To be clear, ARCore is not the same thing as Tango, which is Google's other augmented reality project. While Tango requires specialized hardware like sensors and cameras, ARCore doesn't. Instead, much like ARKit, ARCore doesn't require anything other than your phone.
And while we're still waiting for iOS 11, and thus, ARKit, to make its public debut, ARCore is available right now. Starting today, developers can use ARCore on the Pixel and Samsung's Galaxy S8, as long as they're running Android 7.0 Nougat or above. Eventually, Google hopes for ARCore to run on millions more Android devices from manufacturers like Samsung, Huawei, LG and ASUS.
Like ARKit, ARCore works with Java/OpenGL, Unity and Unreal, and it will deliver on three features: motion tracking (it uses the phone's camera to detect your position in the room), environmental understanding (so it can detect horizontal surfaces) and light estimation (so that the lighting and shadow of virtual objects match your surroundings).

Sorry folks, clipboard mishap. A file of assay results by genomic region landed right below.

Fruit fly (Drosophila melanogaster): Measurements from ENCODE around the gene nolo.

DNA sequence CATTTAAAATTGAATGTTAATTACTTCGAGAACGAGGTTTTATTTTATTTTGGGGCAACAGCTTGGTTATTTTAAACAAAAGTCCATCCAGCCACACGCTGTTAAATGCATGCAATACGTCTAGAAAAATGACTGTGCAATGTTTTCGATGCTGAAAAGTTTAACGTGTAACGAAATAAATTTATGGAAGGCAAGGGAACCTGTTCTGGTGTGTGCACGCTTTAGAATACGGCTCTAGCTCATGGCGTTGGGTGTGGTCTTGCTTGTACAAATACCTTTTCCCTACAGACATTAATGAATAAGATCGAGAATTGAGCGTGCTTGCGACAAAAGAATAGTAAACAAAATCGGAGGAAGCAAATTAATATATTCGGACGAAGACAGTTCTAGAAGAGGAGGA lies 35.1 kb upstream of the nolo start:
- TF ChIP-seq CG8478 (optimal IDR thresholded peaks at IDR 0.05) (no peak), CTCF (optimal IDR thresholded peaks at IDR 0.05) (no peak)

Google noted in the release that it's already been building 3D tools like Blocks and Tilt Brush so that developers can create AR content, which would fit in nicely with ARCore. The company has also been working on other AR tech, like a visual positioning service for world-scale AR experiences, and AR-compatible web browsers. You can see some examples already on Google's AR Experiments showcase, and it looks like Epic Games, Niantic (the maker of Pokemon Go) and Wayfair are already on board.
When Apple released ARKit at WWDC, Senior Vice President Craig Federighi claimed that it would be the "largest AR platform in the world," because there are already so many iPhones and iPads on the market. Well, seeing as there are a lot more Android users than there are iOS users, it seems like that will no longer be the case.